Child Screening & Assessment

Observing to Understand Children’s Goals and Intentions

Respect is the teacher's process of observing children's actions and assuming they act in pursuit of their interests and questions about the world. Respect assumes that even very young infants have goals and try different strategies to meet their goals or figure out how things around them work.1

Respectful observation reflects a belief that young children's behaviors have purpose and meaning and are worth attention. Education staff who believe young children have goals and intentions ask themselves very important questions:

  • Why does this child do what he does?
  • What is he trying to communicate or accomplish?
  • How should I respond to support this child?

Observation becomes a tool to seek answers to these questions. It provides opportunities to take a moment to determine a child's goal or intention before responding. Observing from a respectful point of view helps staff make important discoveries about children, such as what they are like as individuals, how they respond to other children and adults, what tasks are easy or hard for them, and how they convey wants and needs.2 These discoveries allow staff to be responsive to each child's interests and needs.

a child cries on the floor while caregiver holds her handRespectful observation and curiosity about what motivates children become particularly important when their behaviors are challenging to understand and manage. Infants' and toddlers' language skills are just developing, so their primary mode of communication is behavior. Even when they begin using words or sign language, their vocabulary for expressing themselves is still limited. Although some children's behaviors, such as physical aggression, biting, and tantrums, are troubling for both children and adults, these behaviors have meaning. For example, there are many reasons why a young child bites. She may be teething. She may want a toy that another child has. She may be hungry, tired, or even excited and happy. She may just want to know what an arm tastes or feels like in her mouth, and then become fascinated by the "cause-and-effect" reaction that follows.

Structured observation of the behavior—including what happens before and after it occurs, what time of day it occurs, and who else is involved—provides clues about the child's possible intentions and needs. Conversations with the child's family provide additional information. A pattern of behavior emerges. Adults then match their responses to the child's message (e.g., provide teething toys, make sure there are duplicates of toys, stay physically close to the child in situations that lead to biting, change the schedule for eating and napping).3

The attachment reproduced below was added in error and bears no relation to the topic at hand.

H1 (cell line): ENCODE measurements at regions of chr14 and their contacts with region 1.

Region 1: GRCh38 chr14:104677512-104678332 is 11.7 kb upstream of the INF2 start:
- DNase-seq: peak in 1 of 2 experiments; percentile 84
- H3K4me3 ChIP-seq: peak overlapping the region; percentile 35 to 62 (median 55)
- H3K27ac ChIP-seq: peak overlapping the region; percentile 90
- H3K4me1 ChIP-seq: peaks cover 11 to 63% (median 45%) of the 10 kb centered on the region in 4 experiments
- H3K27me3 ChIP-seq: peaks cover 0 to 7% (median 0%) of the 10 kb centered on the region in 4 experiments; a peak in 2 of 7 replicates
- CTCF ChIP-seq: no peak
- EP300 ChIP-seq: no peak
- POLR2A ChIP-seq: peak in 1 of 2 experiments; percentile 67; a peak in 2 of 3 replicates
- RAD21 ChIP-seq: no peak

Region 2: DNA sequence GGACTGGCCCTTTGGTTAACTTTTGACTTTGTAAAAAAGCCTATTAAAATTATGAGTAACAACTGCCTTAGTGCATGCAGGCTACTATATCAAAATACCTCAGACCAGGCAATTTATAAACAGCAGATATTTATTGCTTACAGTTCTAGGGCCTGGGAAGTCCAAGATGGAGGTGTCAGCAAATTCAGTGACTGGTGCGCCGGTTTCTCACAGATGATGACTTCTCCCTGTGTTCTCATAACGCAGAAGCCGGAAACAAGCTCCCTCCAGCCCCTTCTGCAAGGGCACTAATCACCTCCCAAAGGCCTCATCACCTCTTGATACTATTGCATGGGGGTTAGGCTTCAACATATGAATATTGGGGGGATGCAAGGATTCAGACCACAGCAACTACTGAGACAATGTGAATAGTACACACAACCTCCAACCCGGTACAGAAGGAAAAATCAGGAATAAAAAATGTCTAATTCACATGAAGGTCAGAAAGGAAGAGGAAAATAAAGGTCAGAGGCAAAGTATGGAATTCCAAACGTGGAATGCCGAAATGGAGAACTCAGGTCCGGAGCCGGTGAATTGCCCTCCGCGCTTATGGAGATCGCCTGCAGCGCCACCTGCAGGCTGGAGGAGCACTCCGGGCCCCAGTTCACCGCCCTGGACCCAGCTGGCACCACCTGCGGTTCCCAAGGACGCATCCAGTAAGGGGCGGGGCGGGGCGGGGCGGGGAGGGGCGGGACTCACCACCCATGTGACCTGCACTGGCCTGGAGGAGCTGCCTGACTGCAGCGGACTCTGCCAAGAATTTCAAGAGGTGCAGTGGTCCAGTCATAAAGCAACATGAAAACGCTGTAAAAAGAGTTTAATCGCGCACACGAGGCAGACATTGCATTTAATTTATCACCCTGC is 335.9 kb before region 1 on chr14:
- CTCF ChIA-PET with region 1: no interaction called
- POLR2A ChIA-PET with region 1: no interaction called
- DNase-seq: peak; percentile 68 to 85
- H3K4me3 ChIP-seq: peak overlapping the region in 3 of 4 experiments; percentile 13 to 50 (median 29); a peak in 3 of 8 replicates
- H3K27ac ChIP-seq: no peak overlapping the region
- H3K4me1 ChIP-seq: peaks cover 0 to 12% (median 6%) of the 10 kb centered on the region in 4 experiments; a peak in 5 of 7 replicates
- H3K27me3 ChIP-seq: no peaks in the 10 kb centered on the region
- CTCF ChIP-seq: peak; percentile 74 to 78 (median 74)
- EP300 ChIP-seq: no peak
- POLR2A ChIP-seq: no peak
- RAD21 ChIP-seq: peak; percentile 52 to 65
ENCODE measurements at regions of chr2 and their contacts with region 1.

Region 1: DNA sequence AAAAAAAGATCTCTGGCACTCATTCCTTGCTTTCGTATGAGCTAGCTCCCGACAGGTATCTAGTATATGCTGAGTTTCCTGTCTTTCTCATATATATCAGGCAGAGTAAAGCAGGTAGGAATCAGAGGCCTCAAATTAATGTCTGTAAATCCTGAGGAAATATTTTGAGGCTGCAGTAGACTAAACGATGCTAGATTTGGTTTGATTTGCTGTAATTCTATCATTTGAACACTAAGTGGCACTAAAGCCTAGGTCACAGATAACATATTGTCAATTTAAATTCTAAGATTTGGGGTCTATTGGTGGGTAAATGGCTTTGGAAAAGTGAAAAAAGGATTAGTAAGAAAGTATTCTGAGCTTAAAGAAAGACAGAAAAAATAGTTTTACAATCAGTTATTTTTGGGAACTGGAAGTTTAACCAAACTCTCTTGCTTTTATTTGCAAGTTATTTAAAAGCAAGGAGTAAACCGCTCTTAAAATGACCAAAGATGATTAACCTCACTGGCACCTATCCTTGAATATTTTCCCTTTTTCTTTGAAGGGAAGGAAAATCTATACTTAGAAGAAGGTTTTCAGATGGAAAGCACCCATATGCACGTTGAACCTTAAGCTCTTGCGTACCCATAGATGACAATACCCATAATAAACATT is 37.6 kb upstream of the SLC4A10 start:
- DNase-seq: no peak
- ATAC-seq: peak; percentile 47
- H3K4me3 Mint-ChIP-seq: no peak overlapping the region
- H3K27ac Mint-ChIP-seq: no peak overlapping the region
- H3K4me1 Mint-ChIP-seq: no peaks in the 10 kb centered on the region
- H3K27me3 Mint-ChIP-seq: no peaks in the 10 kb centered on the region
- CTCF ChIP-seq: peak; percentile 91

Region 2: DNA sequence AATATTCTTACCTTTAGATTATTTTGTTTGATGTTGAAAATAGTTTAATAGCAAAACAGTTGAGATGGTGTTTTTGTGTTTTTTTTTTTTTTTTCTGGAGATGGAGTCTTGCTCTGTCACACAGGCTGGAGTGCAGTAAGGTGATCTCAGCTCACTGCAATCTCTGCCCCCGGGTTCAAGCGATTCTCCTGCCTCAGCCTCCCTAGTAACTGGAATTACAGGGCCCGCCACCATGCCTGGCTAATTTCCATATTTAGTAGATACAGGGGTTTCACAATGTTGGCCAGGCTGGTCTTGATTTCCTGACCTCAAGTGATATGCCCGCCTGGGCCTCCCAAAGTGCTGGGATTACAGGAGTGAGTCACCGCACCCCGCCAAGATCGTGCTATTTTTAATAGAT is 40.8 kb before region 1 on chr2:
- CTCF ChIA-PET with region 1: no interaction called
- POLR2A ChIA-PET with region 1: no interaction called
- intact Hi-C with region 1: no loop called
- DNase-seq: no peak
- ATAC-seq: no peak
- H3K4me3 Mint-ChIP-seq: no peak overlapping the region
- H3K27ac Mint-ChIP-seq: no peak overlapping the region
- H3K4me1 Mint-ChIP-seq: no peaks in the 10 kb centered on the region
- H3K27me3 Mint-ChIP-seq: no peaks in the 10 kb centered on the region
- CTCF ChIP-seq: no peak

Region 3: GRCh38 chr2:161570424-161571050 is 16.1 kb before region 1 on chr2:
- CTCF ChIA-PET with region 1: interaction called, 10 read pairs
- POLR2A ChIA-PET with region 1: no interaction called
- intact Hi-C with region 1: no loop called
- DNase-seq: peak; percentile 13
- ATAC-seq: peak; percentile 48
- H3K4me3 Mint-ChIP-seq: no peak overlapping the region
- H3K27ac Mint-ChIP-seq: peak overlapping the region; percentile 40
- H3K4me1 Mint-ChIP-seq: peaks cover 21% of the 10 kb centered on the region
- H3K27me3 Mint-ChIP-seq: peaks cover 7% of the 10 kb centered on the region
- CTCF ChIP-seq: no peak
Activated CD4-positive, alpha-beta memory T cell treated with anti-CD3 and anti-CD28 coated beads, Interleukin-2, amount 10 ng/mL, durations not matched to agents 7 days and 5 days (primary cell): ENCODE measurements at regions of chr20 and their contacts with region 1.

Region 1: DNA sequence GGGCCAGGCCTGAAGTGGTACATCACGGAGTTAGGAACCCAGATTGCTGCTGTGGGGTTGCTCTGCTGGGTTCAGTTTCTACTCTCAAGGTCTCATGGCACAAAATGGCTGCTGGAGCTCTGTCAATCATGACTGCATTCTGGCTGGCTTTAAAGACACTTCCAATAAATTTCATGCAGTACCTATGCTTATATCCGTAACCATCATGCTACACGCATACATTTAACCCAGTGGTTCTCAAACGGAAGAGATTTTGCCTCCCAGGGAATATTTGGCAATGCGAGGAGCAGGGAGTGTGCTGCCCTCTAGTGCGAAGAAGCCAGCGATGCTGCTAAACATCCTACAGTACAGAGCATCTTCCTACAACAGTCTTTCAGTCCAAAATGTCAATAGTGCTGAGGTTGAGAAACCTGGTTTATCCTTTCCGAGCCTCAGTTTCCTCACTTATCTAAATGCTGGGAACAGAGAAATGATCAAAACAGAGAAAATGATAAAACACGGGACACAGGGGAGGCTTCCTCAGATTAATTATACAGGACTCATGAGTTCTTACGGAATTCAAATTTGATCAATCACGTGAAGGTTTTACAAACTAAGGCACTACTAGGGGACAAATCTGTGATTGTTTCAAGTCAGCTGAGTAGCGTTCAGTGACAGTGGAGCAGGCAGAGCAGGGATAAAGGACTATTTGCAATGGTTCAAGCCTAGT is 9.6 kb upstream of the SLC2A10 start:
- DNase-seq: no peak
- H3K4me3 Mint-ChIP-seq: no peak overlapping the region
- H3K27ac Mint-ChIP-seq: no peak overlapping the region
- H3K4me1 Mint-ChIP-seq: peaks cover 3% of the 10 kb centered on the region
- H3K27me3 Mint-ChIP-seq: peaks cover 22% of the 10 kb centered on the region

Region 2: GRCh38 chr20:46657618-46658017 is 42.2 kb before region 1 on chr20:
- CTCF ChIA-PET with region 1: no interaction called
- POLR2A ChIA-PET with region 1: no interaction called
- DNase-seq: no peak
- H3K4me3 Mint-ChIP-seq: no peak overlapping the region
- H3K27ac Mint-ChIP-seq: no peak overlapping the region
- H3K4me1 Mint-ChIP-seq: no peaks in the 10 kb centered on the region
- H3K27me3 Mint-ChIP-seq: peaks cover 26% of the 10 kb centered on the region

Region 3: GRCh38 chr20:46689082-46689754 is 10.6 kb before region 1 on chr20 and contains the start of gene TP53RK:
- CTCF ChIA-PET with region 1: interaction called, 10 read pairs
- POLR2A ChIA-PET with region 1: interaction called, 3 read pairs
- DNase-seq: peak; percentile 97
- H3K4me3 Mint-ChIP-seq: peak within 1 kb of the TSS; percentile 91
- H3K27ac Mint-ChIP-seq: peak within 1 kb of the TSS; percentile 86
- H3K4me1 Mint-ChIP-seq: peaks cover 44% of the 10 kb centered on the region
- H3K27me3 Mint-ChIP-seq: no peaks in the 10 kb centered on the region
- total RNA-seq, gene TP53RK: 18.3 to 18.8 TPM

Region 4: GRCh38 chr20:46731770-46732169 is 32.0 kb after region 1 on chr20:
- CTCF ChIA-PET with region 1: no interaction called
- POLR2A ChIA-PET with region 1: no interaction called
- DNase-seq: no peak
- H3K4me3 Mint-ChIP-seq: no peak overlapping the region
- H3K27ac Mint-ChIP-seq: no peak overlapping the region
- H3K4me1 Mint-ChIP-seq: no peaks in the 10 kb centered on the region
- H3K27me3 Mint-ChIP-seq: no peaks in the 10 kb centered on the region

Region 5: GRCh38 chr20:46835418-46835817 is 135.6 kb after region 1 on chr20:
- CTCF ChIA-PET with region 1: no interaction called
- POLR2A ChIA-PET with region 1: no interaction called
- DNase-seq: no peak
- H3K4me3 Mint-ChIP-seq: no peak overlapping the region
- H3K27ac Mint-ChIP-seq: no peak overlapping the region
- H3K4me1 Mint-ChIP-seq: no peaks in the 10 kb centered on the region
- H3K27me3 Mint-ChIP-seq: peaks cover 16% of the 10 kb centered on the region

The observation approach described earlier is called the "responsive process."4 This approach has three steps and may be used by education staff as well as family members:

  • Watch
    • Observe the child.
    • Note what is happening, what causes the behavior, and what happens after the behavior occurs.
  • Ask
    • What does the behavior mean to the child? Family? Education staff? Others?
  • Adapt
    • Decide what causes the child's behavior and identify possible responses.
    • Try out one of the responses.
    • Watch the child's reactions to see if a different response is needed.

1Sandra H. Petersen, and Donna Wittmer, Endless Opportunities for Infant and Toddler Curriculum: A Relationship-Based Approach, Upper Saddle River, NJ: Pearson Education (2009), 92.

2Margo L. Dichtelmiller, and Laura Ensler, "Infant/Toddler Assessment: One Program’s Experience," Spotlight on Young Children and Assessment (Washington, DC: National Association for the Education of Young Children, 2004), 18; Petersen and Wittmer, Endless Opportunities, 94–95.

3Digging Deeper: Looking Beyond Behavior to Discover Meaning (Washington, DC: U.S. Department of Health and Human Services, Administration for Children and Families, Office of Head Start, 2006), Lesson 1: Slides 3–5.

4Ibid., Lesson 1: Slide 1; Lesson 3: Slide 1.